“Blessed be the God and Father of our Lord Jesus Christ,
the Father of mercies and God of all comfort…”
2 Corinthians 1:3
In Scripture, grace and mercy are two great words that speak of how the Lord deals with His people. Occasionally the word mercy may substitute for grace, but grace does not substitute for mercy.
What is the difference between grace and mercy you ask? Well one worthy biblical scholar said that grace deals with us as needy, and mercy deals with us as miserable.
Our verse today demonstrates the unique work of mercy because Paul calls God the same thing using two different words. He calls God the “Father of mercies” and then “the God of all comfort”. Paul is saying the same thing—using the synonyms mercy and comfort.
While all of us can be gracious, some of us are better at ministering comfort than others. I recall visiting my father in hospital near the end of his battle with cancer. Everyone knew he would be gone in a few days or a couple of weeks at the most.
A deacon from my father’s church came to visit my Dad when I was with him in his hospital room one evening. The deacon should not have come. What he said was true but terribly irrelevant to my Dad’s situation.
The misguided deacon told about a single mom in the church that everyone knew well. Apparently she had lost her job, the bank was foreclosing on her house, and one of her sons was in trouble with the law. As best he could, my Dad tried to express sympathy.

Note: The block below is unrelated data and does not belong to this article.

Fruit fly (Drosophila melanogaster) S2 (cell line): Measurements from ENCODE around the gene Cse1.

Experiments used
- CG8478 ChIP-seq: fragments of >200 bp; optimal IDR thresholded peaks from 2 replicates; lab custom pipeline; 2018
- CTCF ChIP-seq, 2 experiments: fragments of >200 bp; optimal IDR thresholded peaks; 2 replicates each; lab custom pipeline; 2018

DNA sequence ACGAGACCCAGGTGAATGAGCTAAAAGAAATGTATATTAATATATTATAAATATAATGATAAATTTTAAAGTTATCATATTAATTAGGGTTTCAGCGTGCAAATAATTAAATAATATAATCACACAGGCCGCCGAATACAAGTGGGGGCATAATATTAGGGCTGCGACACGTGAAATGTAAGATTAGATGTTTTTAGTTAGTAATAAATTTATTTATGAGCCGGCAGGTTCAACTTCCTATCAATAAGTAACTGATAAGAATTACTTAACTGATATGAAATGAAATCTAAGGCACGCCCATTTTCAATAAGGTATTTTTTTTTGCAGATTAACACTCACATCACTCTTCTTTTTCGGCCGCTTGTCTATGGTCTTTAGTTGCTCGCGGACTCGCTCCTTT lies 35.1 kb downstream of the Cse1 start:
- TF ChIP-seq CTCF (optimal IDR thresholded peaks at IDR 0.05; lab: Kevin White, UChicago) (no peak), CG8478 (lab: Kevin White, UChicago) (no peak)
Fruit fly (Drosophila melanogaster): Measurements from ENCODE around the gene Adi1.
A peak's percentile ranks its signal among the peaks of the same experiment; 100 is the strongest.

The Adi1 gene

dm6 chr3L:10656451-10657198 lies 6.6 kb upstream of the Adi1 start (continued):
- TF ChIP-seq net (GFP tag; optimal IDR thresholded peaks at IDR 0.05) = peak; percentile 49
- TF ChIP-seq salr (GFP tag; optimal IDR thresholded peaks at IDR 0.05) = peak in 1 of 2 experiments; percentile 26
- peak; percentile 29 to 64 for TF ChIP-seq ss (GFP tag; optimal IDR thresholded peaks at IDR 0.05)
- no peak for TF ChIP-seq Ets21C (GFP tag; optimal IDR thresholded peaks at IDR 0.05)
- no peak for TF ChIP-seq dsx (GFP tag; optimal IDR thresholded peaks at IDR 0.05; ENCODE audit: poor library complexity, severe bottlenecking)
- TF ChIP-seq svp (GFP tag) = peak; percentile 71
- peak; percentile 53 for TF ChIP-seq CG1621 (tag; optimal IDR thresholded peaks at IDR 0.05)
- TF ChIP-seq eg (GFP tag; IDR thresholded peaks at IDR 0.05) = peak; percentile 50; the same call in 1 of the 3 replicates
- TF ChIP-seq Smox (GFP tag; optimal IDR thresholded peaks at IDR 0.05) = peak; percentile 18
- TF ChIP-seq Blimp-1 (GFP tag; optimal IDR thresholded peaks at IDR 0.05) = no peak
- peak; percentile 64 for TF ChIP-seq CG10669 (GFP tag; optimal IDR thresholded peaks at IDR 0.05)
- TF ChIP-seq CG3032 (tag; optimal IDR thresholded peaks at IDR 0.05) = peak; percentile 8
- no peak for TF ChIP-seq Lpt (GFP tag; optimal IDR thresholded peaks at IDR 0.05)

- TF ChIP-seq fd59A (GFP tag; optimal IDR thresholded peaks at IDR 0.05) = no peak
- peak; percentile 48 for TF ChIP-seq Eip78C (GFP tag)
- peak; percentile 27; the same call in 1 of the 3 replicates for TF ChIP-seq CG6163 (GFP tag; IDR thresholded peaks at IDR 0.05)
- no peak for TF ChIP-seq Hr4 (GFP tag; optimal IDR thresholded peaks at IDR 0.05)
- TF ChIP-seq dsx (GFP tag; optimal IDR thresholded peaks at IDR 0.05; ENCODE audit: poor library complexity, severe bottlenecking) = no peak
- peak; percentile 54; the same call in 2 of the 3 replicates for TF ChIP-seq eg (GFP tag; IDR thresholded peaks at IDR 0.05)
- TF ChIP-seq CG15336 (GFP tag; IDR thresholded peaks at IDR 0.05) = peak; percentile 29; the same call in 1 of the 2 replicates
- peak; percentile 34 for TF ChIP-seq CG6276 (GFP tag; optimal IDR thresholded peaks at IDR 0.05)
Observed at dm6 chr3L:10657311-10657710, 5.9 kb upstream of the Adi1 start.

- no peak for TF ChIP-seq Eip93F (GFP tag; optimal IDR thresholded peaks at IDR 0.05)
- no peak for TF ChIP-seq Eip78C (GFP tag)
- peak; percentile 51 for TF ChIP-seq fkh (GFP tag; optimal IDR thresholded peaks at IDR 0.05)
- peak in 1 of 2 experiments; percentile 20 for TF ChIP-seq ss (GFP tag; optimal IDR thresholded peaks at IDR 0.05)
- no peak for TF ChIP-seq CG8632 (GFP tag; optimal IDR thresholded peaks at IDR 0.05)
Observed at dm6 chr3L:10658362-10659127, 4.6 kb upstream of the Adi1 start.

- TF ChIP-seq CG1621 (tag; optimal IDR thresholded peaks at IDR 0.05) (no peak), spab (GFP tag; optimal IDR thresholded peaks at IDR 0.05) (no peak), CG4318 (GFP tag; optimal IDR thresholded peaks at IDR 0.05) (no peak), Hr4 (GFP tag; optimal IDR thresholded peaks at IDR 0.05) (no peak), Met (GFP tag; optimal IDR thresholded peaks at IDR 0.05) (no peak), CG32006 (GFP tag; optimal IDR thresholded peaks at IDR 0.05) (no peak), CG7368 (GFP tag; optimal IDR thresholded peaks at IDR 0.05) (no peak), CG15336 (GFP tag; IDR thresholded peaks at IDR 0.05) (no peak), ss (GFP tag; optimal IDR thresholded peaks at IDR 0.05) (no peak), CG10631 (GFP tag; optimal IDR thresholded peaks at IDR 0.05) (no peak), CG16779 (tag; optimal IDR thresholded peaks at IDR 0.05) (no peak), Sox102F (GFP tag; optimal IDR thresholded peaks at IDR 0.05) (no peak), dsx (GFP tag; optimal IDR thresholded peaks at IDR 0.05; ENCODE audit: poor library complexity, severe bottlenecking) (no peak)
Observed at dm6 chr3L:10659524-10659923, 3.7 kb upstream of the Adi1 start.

Why this poor deacon thought the information would bring comfort to a dying man escaped me completely. I wanted to rebuke him on the spot but that would have been equally unhelpful to my Dad. So as gently as I could, I suggested to the deacon that my father was exhausted and needed to rest. I told the man it was time to leave.
That deacon knew nothing about mercy and how to comfort people in pain. However, he was known to be gracious and—in the case of the mother he spoke of—I was aware that he helped her financially for some time until she could find another job.
Let us all be gracious as the Lord gives us opportunity to meet one another’s needs. However, let us pray for those who know how to be merciful that they will have strength to do their special ministry among us. We need both grace and mercy as we deal with the harsher issues of life. Let us pray for one another that we get both in abundance.